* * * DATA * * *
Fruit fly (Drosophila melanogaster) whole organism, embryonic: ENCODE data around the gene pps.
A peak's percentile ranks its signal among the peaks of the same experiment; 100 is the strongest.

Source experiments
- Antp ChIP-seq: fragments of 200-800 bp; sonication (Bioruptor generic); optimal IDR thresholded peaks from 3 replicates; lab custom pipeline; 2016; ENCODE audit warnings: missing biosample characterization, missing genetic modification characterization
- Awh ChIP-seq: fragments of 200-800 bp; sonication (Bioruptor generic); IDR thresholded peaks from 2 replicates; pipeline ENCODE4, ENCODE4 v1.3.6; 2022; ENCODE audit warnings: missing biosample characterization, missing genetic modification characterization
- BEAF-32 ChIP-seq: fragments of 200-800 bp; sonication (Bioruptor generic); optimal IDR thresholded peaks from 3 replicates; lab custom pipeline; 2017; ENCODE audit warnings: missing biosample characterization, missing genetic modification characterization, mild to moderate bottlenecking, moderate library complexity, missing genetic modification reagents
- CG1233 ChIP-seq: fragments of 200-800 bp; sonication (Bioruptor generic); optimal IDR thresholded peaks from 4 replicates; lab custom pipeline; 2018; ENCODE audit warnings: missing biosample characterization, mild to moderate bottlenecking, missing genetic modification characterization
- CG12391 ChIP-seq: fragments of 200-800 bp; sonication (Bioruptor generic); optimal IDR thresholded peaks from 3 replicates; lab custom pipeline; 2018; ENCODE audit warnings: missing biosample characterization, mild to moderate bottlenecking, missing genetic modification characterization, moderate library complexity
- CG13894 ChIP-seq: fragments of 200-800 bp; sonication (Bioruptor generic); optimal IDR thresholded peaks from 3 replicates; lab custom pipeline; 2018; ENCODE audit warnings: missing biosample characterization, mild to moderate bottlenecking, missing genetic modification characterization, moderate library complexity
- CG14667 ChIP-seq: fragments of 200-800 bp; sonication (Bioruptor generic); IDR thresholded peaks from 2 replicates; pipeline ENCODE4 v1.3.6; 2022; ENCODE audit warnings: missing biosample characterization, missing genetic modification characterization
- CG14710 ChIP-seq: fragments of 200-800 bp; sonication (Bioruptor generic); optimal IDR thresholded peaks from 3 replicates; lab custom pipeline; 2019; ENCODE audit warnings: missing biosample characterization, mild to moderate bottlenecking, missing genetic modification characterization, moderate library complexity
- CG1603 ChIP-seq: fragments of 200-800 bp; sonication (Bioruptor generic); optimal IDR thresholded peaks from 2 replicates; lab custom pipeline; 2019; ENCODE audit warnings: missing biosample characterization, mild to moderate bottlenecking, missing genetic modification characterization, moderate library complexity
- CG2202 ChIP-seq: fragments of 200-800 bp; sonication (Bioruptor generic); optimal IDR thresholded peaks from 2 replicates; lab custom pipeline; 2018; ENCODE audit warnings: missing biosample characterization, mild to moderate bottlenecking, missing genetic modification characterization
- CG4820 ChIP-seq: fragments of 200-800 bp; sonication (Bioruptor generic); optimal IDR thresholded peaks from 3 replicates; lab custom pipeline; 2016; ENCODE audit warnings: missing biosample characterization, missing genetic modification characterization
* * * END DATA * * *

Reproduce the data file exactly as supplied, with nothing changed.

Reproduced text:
Fruit fly (Drosophila melanogaster) whole organism, embryonic: ENCODE data around the gene pps.
A peak's percentile ranks its signal among the peaks of the same experiment; 100 is the strongest.

Source experiments
- Antp ChIP-seq: fragments of 200-800 bp; sonication (Bioruptor generic); optimal IDR thresholded peaks from 3 replicates; lab custom pipeline; 2016; ENCODE audit warnings: missing biosample characterization, missing genetic modification characterization
- Awh ChIP-seq: fragments of 200-800 bp; sonication (Bioruptor generic); IDR thresholded peaks from 2 replicates; pipeline ENCODE4, ENCODE4 v1.3.6; 2022; ENCODE audit warnings: missing biosample characterization, missing genetic modification characterization
- BEAF-32 ChIP-seq: fragments of 200-800 bp; sonication (Bioruptor generic); optimal IDR thresholded peaks from 3 replicates; lab custom pipeline; 2017; ENCODE audit warnings: missing biosample characterization, missing genetic modification characterization, mild to moderate bottlenecking, moderate library complexity, missing genetic modification reagents
- CG1233 ChIP-seq: fragments of 200-800 bp; sonication (Bioruptor generic); optimal IDR thresholded peaks from 4 replicates; lab custom pipeline; 2018; ENCODE audit warnings: missing biosample characterization, mild to moderate bottlenecking, missing genetic modification characterization
- CG12391 ChIP-seq: fragments of 200-800 bp; sonication (Bioruptor generic); optimal IDR thresholded peaks from 3 replicates; lab custom pipeline; 2018; ENCODE audit warnings: missing biosample characterization, mild to moderate bottlenecking, missing genetic modification characterization, moderate library complexity
- CG13894 ChIP-seq: fragments of 200-800 bp; sonication (Bioruptor generic); optimal IDR thresholded peaks from 3 replicates; lab custom pipeline; 2018; ENCODE audit warnings: missing biosample characterization, mild to moderate bottlenecking, missing genetic modification characterization, moderate library complexity
- CG14667 ChIP-seq: fragments of 200-800 bp; sonication (Bioruptor generic); IDR thresholded peaks from 2 replicates; pipeline ENCODE4 v1.3.6; 2022; ENCODE audit warnings: missing biosample characterization, missing genetic modification characterization
- CG14710 ChIP-seq: fragments of 200-800 bp; sonication (Bioruptor generic); optimal IDR thresholded peaks from 3 replicates; lab custom pipeline; 2019; ENCODE audit warnings: missing biosample characterization, mild to moderate bottlenecking, missing genetic modification characterization, moderate library complexity
- CG1603 ChIP-seq: fragments of 200-800 bp; sonication (Bioruptor generic); optimal IDR thresholded peaks from 2 replicates; lab custom pipeline; 2019; ENCODE audit warnings: missing biosample characterization, mild to moderate bottlenecking, missing genetic modification characterization, moderate library complexity
- CG2202 ChIP-seq: fragments of 200-800 bp; sonication (Bioruptor generic); optimal IDR thresholded peaks from 2 replicates; lab custom pipeline; 2018; ENCODE audit warnings: missing biosample characterization, mild to moderate bottlenecking, missing genetic modification characterization
- CG4820 ChIP-seq: fragments of 200-800 bp; sonication (Bioruptor generic); optimal IDR thresholded peaks from 3 replicates; lab custom pipeline; 2016; ENCODE audit warnings: missing biosample characterization, missing genetic modification characterization